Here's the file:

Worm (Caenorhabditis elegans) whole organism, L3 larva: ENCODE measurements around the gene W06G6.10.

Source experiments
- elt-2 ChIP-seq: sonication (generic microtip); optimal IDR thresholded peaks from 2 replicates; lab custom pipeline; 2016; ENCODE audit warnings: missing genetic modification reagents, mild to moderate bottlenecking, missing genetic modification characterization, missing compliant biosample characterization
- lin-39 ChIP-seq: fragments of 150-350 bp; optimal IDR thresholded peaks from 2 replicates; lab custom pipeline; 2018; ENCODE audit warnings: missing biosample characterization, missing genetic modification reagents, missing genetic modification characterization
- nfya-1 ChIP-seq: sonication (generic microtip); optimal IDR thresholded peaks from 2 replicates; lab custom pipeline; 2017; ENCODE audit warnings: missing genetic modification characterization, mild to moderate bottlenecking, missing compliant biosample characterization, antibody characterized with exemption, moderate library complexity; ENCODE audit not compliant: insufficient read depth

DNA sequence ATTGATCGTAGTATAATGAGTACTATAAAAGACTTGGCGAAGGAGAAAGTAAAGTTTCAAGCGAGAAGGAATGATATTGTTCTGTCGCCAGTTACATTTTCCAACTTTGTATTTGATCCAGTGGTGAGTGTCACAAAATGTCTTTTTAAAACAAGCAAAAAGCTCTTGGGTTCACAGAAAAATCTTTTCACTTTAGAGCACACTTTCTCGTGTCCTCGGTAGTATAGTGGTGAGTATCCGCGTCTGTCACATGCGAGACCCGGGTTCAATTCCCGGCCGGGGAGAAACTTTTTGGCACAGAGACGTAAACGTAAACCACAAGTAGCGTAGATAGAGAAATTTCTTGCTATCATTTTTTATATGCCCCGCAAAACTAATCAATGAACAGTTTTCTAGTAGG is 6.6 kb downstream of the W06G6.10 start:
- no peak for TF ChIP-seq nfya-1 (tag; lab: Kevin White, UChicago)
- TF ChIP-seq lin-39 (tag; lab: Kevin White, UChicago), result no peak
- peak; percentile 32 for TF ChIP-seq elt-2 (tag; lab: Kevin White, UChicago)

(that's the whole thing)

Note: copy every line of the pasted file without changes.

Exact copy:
Worm (Caenorhabditis elegans) whole organism, L3 larva: ENCODE measurements around the gene W06G6.10.

Source experiments
- elt-2 ChIP-seq: sonication (generic microtip); optimal IDR thresholded peaks from 2 replicates; lab custom pipeline; 2016; ENCODE audit warnings: missing genetic modification reagents, mild to moderate bottlenecking, missing genetic modification characterization, missing compliant biosample characterization
- lin-39 ChIP-seq: fragments of 150-350 bp; optimal IDR thresholded peaks from 2 replicates; lab custom pipeline; 2018; ENCODE audit warnings: missing biosample characterization, missing genetic modification reagents, missing genetic modification characterization
- nfya-1 ChIP-seq: sonication (generic microtip); optimal IDR thresholded peaks from 2 replicates; lab custom pipeline; 2017; ENCODE audit warnings: missing genetic modification characterization, mild to moderate bottlenecking, missing compliant biosample characterization, antibody characterized with exemption, moderate library complexity; ENCODE audit not compliant: insufficient read depth

DNA sequence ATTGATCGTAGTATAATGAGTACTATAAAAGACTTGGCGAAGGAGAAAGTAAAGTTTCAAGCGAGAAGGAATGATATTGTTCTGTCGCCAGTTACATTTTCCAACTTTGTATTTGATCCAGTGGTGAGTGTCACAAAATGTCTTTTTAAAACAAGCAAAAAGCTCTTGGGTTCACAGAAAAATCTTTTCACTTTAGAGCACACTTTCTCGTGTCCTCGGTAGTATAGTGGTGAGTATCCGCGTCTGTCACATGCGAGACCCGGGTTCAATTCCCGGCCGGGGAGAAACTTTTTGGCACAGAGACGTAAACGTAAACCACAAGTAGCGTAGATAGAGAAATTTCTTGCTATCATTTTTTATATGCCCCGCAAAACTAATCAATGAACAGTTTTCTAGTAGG is 6.6 kb downstream of the W06G6.10 start:
- no peak for TF ChIP-seq nfya-1 (tag; lab: Kevin White, UChicago)
- TF ChIP-seq lin-39 (tag; lab: Kevin White, UChicago), result no peak
- peak; percentile 32 for TF ChIP-seq elt-2 (tag; lab: Kevin White, UChicago)